by Omid Mehdipour, DDS Donald J. Kleier, DMD Robert E. Averbach, DDS
Omid Mehdipour, DDS International Student Program Donald J. Kleier, DMD Professor and Chairman Robert E. Averbach, DDS Professor of Endodontics Division of Endodontics University of Colorado School of Dental Medicine Aurora, Colorado
Abstract Sodium hypochlorite (NaOCl) in various concentrations is the most widely used endodontic irrigant, but it can be an irritant to vital tissues. There are several reports about the complications of irrigation with NaOCl during root canal therapy. Most of the complications are the result of accidental extrusion of the solution from the apical foramen or accessory canals or perforations into the periapical area. This article is a review and comparison of all reported NaOCl accidents in the literature. The impetus behind root canal cleaning and shaping is the elimination of tissue remnants, bacteria, and toxins from the root canal system. This is generally accepted to be a major factor in the success of root canal treatment. Mechanical procedures alone are insufficient for total canal cleaning. Residual pulpal tissue, bacteria, and dentin debris may persist in the irregularities of canal systems. Therefore, irrigating solutions should support and complement endodontic preparation. These irrigants should flush out dentin debris, dissolve organic tissue, disinfect the canal system, and provide lubrication during instrumentation, without irritating the surrounding tissues. Some of the irrigants currently used include hydrogen peroxide, physiologic saline, water, sodium hypochlorite (NaOCl), chlorhexidine, and electrochemically activated water. Because of its physicochemical and antibacterial properties, NaOCl is one of the most popular irrigants. A 0.5% solution of NaOCl was used effectively during World War I to clean contaminated wounds.1 In 1920, Crane described the use of Dakin's solution (NaOCl buffered with sodium bicarbonate) for root canal debridement and sterilization. Since then NaOCl has become a popular and effective intracanal irrigant.2 It is an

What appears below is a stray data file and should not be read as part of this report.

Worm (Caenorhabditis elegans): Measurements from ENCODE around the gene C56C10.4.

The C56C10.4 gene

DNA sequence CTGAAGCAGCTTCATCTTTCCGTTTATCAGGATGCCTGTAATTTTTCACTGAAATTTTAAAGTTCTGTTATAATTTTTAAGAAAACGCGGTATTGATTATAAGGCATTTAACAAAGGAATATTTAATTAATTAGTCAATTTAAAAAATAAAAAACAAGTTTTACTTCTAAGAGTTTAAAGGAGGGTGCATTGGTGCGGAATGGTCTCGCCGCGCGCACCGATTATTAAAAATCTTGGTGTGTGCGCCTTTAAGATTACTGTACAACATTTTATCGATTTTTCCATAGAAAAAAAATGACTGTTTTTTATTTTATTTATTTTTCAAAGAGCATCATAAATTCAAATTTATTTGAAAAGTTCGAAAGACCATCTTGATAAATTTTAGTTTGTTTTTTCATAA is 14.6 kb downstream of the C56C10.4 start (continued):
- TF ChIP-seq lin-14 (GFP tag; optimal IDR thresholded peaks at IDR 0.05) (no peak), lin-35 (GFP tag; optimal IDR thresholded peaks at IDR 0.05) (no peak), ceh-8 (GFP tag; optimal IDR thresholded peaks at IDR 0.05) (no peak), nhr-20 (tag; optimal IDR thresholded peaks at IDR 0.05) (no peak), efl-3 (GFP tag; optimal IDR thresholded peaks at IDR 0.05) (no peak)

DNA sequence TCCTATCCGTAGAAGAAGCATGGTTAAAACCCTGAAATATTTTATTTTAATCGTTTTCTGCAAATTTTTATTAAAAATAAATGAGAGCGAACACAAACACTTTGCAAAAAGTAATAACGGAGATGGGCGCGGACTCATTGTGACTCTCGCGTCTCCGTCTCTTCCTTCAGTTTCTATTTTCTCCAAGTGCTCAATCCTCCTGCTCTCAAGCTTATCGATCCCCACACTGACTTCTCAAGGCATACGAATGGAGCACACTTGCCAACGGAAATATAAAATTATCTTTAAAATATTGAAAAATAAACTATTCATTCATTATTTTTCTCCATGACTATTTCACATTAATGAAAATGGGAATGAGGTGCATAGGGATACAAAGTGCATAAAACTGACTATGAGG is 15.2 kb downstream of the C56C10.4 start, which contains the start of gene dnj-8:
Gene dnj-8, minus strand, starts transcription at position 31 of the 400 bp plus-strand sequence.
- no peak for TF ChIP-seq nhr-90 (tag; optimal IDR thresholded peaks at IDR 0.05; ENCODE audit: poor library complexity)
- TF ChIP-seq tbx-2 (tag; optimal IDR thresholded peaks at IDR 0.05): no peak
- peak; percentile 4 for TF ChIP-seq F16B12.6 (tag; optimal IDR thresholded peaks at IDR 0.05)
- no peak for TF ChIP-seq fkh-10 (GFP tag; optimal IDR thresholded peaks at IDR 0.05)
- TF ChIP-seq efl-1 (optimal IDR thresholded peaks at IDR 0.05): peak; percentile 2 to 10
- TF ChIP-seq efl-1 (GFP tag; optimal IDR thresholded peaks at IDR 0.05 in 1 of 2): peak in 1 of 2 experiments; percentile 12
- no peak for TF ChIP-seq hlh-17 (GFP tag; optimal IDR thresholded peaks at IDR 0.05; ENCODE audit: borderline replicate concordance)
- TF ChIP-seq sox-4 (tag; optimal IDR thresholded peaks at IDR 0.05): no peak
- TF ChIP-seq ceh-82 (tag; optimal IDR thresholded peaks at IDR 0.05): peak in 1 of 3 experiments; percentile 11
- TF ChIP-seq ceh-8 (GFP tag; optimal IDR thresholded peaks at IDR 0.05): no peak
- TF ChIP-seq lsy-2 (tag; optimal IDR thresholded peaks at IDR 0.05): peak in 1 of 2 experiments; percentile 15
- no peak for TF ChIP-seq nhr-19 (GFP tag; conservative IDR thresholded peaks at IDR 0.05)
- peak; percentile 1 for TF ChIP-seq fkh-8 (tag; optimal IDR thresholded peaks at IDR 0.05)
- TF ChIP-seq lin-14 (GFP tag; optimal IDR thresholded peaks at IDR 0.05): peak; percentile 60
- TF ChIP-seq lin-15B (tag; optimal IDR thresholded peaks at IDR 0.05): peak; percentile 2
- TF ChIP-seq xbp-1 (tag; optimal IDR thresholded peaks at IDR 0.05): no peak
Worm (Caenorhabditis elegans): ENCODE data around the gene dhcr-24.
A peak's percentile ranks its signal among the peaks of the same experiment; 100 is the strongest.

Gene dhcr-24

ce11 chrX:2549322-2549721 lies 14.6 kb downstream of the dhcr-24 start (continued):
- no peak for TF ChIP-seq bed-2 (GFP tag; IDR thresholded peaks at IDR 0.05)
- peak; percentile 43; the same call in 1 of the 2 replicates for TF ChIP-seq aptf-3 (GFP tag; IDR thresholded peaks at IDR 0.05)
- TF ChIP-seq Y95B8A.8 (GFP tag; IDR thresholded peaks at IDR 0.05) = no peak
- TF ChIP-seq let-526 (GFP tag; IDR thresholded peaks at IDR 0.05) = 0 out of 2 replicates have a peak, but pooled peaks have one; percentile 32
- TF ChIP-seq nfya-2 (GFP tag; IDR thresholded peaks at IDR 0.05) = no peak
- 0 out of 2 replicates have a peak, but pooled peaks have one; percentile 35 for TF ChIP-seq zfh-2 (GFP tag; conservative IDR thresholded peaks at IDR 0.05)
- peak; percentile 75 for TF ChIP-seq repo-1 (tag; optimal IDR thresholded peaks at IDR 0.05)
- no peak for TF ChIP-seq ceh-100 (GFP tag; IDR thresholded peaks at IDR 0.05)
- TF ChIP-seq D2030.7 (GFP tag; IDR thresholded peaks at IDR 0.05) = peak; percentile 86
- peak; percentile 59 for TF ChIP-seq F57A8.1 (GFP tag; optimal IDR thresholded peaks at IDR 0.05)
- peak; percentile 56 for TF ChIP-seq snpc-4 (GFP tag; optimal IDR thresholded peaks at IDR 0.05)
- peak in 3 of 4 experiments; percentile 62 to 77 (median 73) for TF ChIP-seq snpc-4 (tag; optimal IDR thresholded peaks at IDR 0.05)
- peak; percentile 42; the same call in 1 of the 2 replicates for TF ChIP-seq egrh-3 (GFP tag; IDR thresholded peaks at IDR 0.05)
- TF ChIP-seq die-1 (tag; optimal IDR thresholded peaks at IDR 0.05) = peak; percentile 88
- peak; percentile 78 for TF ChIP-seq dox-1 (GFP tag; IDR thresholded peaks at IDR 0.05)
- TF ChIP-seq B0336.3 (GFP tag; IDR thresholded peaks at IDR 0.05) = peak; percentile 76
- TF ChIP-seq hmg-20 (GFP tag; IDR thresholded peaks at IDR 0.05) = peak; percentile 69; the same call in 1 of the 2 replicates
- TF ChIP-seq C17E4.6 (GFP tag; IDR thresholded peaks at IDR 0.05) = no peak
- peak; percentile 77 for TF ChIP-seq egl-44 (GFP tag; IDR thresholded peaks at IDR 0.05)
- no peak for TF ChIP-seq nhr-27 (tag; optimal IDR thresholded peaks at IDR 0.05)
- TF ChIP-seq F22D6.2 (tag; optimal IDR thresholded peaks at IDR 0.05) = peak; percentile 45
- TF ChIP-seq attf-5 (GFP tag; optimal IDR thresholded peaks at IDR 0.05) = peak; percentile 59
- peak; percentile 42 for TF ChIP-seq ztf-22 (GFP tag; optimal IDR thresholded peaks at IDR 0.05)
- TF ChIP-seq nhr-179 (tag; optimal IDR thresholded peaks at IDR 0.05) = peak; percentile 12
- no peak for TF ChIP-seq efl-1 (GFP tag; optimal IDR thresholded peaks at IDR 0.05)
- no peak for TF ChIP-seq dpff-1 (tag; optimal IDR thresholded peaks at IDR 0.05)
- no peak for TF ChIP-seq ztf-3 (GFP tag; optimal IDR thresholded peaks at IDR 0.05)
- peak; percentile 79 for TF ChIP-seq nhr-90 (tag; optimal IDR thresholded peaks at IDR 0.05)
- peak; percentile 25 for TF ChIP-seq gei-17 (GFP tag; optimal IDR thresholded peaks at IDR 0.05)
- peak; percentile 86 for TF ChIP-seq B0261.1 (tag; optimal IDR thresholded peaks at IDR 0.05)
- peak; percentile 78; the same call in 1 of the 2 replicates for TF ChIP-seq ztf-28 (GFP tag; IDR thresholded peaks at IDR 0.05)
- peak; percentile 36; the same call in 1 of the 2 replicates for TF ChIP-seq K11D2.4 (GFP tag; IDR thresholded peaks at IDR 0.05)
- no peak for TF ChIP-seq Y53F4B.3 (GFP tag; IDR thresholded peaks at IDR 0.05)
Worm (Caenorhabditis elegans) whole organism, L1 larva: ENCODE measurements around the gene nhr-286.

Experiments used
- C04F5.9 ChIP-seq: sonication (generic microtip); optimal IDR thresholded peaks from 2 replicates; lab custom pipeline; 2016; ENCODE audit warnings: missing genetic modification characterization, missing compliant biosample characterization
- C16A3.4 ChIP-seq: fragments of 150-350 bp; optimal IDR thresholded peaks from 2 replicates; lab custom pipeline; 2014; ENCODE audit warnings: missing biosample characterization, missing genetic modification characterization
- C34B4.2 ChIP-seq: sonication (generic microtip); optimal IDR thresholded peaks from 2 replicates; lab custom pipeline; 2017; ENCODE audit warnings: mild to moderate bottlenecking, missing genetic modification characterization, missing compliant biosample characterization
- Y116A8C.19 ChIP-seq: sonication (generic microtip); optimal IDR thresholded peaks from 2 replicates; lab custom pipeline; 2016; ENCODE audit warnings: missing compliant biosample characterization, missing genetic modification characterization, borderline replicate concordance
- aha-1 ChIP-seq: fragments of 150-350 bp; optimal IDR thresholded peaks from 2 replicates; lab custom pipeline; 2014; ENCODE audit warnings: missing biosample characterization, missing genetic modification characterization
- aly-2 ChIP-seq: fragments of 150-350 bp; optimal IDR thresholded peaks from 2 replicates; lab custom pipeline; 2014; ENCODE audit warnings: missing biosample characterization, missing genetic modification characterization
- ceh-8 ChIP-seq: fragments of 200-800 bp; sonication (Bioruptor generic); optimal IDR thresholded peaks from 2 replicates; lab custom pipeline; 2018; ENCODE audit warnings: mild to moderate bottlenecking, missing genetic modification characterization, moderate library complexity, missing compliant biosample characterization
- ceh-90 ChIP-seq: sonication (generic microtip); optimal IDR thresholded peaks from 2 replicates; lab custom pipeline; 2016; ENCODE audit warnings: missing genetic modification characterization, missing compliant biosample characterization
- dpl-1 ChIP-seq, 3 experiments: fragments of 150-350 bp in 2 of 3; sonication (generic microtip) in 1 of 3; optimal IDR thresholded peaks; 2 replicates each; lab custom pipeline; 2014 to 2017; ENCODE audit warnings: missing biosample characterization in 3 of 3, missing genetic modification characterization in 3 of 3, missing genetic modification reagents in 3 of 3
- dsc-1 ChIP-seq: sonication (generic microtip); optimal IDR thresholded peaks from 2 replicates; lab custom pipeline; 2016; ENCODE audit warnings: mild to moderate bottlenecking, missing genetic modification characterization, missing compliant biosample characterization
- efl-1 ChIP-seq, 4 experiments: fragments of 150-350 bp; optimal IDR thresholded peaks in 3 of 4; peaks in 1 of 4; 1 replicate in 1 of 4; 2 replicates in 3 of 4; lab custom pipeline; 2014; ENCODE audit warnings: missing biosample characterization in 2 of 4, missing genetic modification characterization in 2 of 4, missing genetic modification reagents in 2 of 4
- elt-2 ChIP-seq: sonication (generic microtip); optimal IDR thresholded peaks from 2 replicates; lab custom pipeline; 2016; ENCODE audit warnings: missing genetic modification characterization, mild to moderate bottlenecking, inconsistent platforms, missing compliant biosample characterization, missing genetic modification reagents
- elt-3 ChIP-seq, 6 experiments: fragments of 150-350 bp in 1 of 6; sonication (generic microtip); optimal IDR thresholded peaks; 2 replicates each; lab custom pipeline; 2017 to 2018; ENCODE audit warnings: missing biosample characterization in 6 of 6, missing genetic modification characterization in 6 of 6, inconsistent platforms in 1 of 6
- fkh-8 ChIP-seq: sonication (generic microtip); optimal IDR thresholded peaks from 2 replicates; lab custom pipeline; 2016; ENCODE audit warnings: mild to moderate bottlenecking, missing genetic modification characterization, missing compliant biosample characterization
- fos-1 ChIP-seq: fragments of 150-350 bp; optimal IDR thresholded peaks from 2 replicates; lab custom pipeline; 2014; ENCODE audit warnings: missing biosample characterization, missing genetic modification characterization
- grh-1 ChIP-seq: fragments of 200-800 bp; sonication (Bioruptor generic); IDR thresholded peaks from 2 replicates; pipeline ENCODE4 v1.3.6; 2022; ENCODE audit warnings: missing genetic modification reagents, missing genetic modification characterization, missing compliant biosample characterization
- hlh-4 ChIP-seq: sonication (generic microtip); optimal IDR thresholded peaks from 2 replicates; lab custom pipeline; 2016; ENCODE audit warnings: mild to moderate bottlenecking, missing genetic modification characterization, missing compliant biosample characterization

inexpensive, readily available, and easily used chemical that usually rates well in research.3,4 A variety of NaOCl concentrations ranging from 0.5% to 5.25% have been advocated, as well as a variety of temperatures. The longer the solution can remain in contact with tissue, the higher the temperature of the solution, and the higher the concentration, the greater the ability of NaOCl to dissolve the tissue.5-7 The optimum concentration for use clinically is still a matter of controversy. Consequently, the clinician must decide on the concentration and temperature of the NaOCl and the potential consequences of this choice.5,8,9
Advantages of NaOCl
The ability of NaOCl to dissolve organic soft tissue of the pulp and predentin is a result of oxidation. The powerful oxidative activity of hypochlorite not only dissolves the pulpal and dentinal tissue but also acts as a potent antimicrobial agent.3 It is well recognized to be effective against a broad range of pathogens: gram-positive and gramnegative bacteria, fungi, spores, and viruses including the human immunodeficiency virus.10 NaOCl, especially when used in high concentrations, is known to be effective in dissolving organic tissue remnants and disinfecting the canal system.4 Effective concentrations of NaOCl range from 2.6% o 5.25%. The dilution of NaOCl was suggested because it has been proved that concentrations over 0.5% are cytotoxic.11 Compared with a chlorhexidine gel, NaOCl not only has a higher capacity to kill microorganisms but is also more able to remove cells from the root canal.12 Water is not effective in removing dentine debris from grooves in the apical portion of root canals.13
Disadvantages of NaOCl
Acute inflammation followed by necrosis results when NaOCl comes into contact with vital tissue. It causes severe inflammation and cellular...